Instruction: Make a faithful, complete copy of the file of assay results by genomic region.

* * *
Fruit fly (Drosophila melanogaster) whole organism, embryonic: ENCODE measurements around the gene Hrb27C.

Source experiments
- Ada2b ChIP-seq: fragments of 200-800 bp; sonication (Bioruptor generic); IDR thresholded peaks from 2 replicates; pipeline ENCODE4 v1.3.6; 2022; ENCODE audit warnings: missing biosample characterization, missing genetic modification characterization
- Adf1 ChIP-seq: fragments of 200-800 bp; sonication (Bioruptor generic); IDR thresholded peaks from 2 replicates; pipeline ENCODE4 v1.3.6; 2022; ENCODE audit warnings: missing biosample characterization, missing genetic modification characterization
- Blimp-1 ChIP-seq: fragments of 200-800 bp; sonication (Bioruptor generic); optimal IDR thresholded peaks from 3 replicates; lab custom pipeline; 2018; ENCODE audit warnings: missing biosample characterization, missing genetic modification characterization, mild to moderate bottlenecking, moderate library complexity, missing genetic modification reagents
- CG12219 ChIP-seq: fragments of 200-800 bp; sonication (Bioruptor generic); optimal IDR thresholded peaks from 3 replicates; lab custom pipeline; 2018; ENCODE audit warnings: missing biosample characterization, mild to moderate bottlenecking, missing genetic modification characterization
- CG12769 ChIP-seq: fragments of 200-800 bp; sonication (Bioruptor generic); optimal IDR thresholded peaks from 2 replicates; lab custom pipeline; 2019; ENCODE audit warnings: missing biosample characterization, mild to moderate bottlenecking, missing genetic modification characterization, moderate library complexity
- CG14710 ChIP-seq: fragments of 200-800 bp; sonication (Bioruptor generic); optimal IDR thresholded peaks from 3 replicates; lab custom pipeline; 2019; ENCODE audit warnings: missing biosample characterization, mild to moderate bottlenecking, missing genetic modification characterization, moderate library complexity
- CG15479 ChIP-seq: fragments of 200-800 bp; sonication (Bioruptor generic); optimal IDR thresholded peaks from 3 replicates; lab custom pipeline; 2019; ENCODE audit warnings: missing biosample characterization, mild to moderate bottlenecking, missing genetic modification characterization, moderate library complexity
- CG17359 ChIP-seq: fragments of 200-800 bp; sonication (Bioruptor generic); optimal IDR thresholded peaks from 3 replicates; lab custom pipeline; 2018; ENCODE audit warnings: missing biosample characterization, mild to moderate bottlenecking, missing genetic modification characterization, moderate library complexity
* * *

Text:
Fruit fly (Drosophila melanogaster) whole organism, embryonic: ENCODE measurements around the gene Hrb27C.

Source experiments
- Ada2b ChIP-seq: fragments of 200-800 bp; sonication (Bioruptor generic); IDR thresholded peaks from 2 replicates; pipeline ENCODE4 v1.3.6; 2022; ENCODE audit warnings: missing biosample characterization, missing genetic modification characterization
- Adf1 ChIP-seq: fragments of 200-800 bp; sonication (Bioruptor generic); IDR thresholded peaks from 2 replicates; pipeline ENCODE4 v1.3.6; 2022; ENCODE audit warnings: missing biosample characterization, missing genetic modification characterization
- Blimp-1 ChIP-seq: fragments of 200-800 bp; sonication (Bioruptor generic); optimal IDR thresholded peaks from 3 replicates; lab custom pipeline; 2018; ENCODE audit warnings: missing biosample characterization, missing genetic modification characterization, mild to moderate bottlenecking, moderate library complexity, missing genetic modification reagents
- CG12219 ChIP-seq: fragments of 200-800 bp; sonication (Bioruptor generic); optimal IDR thresholded peaks from 3 replicates; lab custom pipeline; 2018; ENCODE audit warnings: missing biosample characterization, mild to moderate bottlenecking, missing genetic modification characterization
- CG12769 ChIP-seq: fragments of 200-800 bp; sonication (Bioruptor generic); optimal IDR thresholded peaks from 2 replicates; lab custom pipeline; 2019; ENCODE audit warnings: missing biosample characterization, mild to moderate bottlenecking, missing genetic modification characterization, moderate library complexity
- CG14710 ChIP-seq: fragments of 200-800 bp; sonication (Bioruptor generic); optimal IDR thresholded peaks from 3 replicates; lab custom pipeline; 2019; ENCODE audit warnings: missing biosample characterization, mild to moderate bottlenecking, missing genetic modification characterization, moderate library complexity
- CG15479 ChIP-seq: fragments of 200-800 bp; sonication (Bioruptor generic); optimal IDR thresholded peaks from 3 replicates; lab custom pipeline; 2019; ENCODE audit warnings: missing biosample characterization, mild to moderate bottlenecking, missing genetic modification characterization, moderate library complexity
- CG17359 ChIP-seq: fragments of 200-800 bp; sonication (Bioruptor generic); optimal IDR thresholded peaks from 3 replicates; lab custom pipeline; 2018; ENCODE audit warnings: missing biosample characterization, mild to moderate bottlenecking, missing genetic modification characterization, moderate library complexity